View Article and Find Full Text PDF

Download full-text PDF

Source
http://dx.doi.org/10.1016/j.molcel.2018.01.017DOI Listing
http://www.ncbi.nlm.nih.gov/pmc/articles/PMC5819357PMC
February 2018

Reverse engineering the cancer metabolic network using flux analysis to understand drivers of human disease.

Metab Eng 2018 01 2;45:95-108. Epub 2017 Dec 2.

Department of Bioengineering, University of California, San Diego, La Jolla, USA; Moores Cancer Center, University of California, San Diego, La Jolla, USA; Diabetes and Endocrinology Research Center, University of California, San Diego, La Jolla, USA; Institute of Engineering in Medicine, University of California, San Diego, La Jolla, USA. Electronic address:

Metabolic dysfunction has reemerged as an essential hallmark of tumorigenesis, and metabolic phenotypes are increasingly being integrated into pre-clinical models of disease. The complexity of these metabolic networks requires systems-level interrogation, and metabolic flux analysis (MFA) with stable isotope tracing present a suitable conceptual framework for such systems. Here we review efforts to elucidate mechanisms through which metabolism influences tumor growth and survival, with an emphasis on applications using stable isotope tracing and MFA. Through these approaches researchers can now quantify pathway fluxes in various in vitro and in vivo contexts to provide mechanistic insights at molecular and physiological scales respectively. Knowledge and discoveries in cancer models are paving the way toward applications in other biological contexts and disease models. In turn, MFA approaches will increasingly help to uncover new therapeutic opportunities that enhance human health.
View Article and Find Full Text PDF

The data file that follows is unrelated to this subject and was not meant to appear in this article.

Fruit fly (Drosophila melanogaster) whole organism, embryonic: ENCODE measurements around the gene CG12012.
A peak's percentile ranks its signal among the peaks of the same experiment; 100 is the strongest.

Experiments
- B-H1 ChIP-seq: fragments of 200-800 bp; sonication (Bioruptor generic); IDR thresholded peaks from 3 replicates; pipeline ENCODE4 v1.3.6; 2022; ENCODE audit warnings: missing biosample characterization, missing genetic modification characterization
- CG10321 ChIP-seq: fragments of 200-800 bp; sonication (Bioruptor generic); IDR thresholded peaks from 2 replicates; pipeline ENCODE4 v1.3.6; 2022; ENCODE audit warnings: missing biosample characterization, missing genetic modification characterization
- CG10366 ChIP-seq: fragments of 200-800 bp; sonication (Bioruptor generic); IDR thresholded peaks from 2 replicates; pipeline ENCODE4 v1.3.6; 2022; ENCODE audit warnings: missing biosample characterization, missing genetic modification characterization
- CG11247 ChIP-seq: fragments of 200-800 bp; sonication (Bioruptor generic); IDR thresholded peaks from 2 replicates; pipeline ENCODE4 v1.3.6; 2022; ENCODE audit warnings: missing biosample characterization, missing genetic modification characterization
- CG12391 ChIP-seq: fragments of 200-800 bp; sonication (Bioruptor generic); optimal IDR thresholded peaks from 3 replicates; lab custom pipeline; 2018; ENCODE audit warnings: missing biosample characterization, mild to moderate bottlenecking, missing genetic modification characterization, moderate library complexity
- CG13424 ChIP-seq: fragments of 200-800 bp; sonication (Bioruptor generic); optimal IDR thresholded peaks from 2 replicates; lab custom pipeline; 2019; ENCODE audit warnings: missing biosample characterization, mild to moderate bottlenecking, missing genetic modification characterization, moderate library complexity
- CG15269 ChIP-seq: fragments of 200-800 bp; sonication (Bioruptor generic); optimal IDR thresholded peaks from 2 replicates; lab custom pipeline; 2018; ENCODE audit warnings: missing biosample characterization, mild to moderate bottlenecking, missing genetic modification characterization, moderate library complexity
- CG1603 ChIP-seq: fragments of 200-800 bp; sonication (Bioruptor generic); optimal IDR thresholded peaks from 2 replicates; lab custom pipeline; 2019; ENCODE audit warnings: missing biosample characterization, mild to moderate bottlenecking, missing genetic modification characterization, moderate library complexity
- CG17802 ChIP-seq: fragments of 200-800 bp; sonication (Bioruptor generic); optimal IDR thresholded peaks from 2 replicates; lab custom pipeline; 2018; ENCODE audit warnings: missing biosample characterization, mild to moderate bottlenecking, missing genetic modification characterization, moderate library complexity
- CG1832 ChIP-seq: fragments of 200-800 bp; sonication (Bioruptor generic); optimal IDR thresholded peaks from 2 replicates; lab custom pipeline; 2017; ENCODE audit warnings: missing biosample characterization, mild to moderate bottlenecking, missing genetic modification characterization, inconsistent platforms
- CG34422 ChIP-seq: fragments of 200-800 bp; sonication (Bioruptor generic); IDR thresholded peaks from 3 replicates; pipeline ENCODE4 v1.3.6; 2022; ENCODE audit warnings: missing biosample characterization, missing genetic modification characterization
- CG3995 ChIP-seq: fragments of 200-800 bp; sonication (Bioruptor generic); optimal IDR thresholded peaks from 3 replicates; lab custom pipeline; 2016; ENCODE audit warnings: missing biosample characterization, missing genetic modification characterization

Download full-text PDF

Source
http://dx.doi.org/10.1016/j.ymben.2017.11.013DOI Listing
http://www.ncbi.nlm.nih.gov/pmc/articles/PMC5927620PMC
January 2018

Distinct Metabolic States Can Support Self-Renewal and Lipogenesis in Human Pluripotent Stem Cells under Different Culture Conditions.

Cell Rep 2016 08 28;16(6):1536-1547. Epub 2016 Jul 28.

Department of Bioengineering, University of California, San Diego, La Jolla, CA 92037, USA; Moores Cancer Center, University of California, San Diego, La Jolla, CA 92037, USA. Electronic address:

Recent studies have suggested that human pluripotent stem cells (hPSCs) depend primarily on glycolysis and only increase oxidative metabolism during differentiation. Here, we demonstrate that both glycolytic and oxidative metabolism can support hPSC growth and that the metabolic phenotype of hPSCs is largely driven by nutrient availability. We comprehensively characterized hPSC metabolism by using (13)C/(2)H stable isotope tracing and flux analysis to define the metabolic pathways supporting hPSC bioenergetics and biosynthesis. Although glycolytic flux consistently supported hPSC growth, chemically defined media strongly influenced the state of mitochondrial respiration and fatty acid metabolism. Lipid deficiency dramatically reprogramed pathways associated with fatty acid biosynthesis and NADPH regeneration, altering the mitochondrial function of cells and driving flux through the oxidative pentose phosphate pathway. Lipid supplementation mitigates this metabolic reprogramming and increases oxidative metabolism. These results demonstrate that self-renewing hPSCs can present distinct metabolic states and highlight the importance of medium nutrients on mitochondrial function and development.
View Article and Find Full Text PDF

Download full-text PDF

Source
http://dx.doi.org/10.1016/j.celrep.2016.06.102DOI Listing
http://www.ncbi.nlm.nih.gov/pmc/articles/PMC4981511PMC
August 2016

Enzymatic passaging of human embryonic stem cells alters central carbon metabolism and glycan abundance.

Biotechnol J 2015 Oct 10;10(10):1600-11. Epub 2015 Sep 10.

Moores Cancer Center, University of California, San Diego, La Jolla, USA.